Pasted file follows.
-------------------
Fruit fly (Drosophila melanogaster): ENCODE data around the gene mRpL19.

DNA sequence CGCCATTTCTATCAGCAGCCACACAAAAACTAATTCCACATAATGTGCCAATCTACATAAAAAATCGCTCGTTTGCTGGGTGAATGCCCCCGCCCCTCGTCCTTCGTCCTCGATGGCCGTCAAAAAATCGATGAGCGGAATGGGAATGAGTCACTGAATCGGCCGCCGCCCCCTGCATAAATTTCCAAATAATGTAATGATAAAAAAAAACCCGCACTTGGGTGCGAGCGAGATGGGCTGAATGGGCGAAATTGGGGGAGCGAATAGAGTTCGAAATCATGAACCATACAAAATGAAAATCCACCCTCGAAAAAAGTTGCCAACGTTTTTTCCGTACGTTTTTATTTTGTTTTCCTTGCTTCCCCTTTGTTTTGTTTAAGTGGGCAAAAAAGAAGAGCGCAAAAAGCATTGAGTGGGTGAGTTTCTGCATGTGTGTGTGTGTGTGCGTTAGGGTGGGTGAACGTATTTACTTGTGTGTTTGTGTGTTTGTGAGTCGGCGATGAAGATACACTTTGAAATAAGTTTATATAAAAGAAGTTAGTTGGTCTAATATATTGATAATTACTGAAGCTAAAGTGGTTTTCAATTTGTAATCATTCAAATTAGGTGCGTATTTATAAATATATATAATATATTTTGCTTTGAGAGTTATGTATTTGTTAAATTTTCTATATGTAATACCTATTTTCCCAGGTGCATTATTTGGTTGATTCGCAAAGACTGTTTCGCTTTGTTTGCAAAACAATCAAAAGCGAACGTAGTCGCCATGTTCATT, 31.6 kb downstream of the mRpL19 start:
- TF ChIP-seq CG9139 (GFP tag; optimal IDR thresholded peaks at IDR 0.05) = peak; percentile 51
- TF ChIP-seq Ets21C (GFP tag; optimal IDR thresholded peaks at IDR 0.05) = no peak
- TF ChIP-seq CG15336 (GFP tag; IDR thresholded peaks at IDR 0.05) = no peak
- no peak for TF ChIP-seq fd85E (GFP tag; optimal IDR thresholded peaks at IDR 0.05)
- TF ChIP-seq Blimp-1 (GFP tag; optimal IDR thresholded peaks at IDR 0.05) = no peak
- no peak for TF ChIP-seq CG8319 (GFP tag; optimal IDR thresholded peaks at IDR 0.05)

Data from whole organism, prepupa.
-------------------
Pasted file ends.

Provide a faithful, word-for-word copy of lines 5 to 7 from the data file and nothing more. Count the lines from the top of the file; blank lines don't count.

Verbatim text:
- TF ChIP-seq CG15336 (GFP tag; IDR thresholded peaks at IDR 0.05) = no peak
- no peak for TF ChIP-seq fd85E (GFP tag; optimal IDR thresholded peaks at IDR 0.05)
- TF ChIP-seq Blimp-1 (GFP tag; optimal IDR thresholded peaks at IDR 0.05) = no peak